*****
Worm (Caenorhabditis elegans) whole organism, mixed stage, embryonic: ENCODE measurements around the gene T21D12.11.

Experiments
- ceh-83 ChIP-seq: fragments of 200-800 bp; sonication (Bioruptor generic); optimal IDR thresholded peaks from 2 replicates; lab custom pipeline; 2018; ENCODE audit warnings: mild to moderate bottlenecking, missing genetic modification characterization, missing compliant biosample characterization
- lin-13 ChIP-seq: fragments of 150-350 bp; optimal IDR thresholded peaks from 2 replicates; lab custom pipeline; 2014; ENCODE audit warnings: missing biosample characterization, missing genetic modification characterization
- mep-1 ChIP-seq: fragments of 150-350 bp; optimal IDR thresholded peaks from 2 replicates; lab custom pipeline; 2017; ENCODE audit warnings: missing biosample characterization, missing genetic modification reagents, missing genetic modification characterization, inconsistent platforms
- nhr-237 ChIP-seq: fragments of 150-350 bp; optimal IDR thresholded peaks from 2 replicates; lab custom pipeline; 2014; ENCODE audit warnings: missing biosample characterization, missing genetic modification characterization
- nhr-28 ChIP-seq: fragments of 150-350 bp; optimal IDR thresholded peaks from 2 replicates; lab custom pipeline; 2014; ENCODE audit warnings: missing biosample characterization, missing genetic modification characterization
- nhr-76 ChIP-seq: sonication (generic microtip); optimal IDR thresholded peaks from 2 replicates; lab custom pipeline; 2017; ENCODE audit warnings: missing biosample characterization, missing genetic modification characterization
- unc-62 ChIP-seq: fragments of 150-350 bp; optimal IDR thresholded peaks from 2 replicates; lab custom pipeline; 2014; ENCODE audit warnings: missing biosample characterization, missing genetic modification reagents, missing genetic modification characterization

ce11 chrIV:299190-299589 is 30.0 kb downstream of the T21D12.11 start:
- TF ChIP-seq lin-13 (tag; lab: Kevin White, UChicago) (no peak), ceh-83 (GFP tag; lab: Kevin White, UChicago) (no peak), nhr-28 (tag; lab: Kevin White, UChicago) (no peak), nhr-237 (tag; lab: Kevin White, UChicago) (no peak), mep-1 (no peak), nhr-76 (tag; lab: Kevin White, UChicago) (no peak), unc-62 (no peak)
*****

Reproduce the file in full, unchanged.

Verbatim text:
Worm (Caenorhabditis elegans) whole organism, mixed stage, embryonic: ENCODE measurements around the gene T21D12.11.

Experiments
- ceh-83 ChIP-seq: fragments of 200-800 bp; sonication (Bioruptor generic); optimal IDR thresholded peaks from 2 replicates; lab custom pipeline; 2018; ENCODE audit warnings: mild to moderate bottlenecking, missing genetic modification characterization, missing compliant biosample characterization
- lin-13 ChIP-seq: fragments of 150-350 bp; optimal IDR thresholded peaks from 2 replicates; lab custom pipeline; 2014; ENCODE audit warnings: missing biosample characterization, missing genetic modification characterization
- mep-1 ChIP-seq: fragments of 150-350 bp; optimal IDR thresholded peaks from 2 replicates; lab custom pipeline; 2017; ENCODE audit warnings: missing biosample characterization, missing genetic modification reagents, missing genetic modification characterization, inconsistent platforms
- nhr-237 ChIP-seq: fragments of 150-350 bp; optimal IDR thresholded peaks from 2 replicates; lab custom pipeline; 2014; ENCODE audit warnings: missing biosample characterization, missing genetic modification characterization
- nhr-28 ChIP-seq: fragments of 150-350 bp; optimal IDR thresholded peaks from 2 replicates; lab custom pipeline; 2014; ENCODE audit warnings: missing biosample characterization, missing genetic modification characterization
- nhr-76 ChIP-seq: sonication (generic microtip); optimal IDR thresholded peaks from 2 replicates; lab custom pipeline; 2017; ENCODE audit warnings: missing biosample characterization, missing genetic modification characterization
- unc-62 ChIP-seq: fragments of 150-350 bp; optimal IDR thresholded peaks from 2 replicates; lab custom pipeline; 2014; ENCODE audit warnings: missing biosample characterization, missing genetic modification reagents, missing genetic modification characterization

ce11 chrIV:299190-299589 is 30.0 kb downstream of the T21D12.11 start:
- TF ChIP-seq lin-13 (tag; lab: Kevin White, UChicago) (no peak), ceh-83 (GFP tag; lab: Kevin White, UChicago) (no peak), nhr-28 (tag; lab: Kevin White, UChicago) (no peak), nhr-237 (tag; lab: Kevin White, UChicago) (no peak), mep-1 (no peak), nhr-76 (tag; lab: Kevin White, UChicago) (no peak), unc-62 (no peak)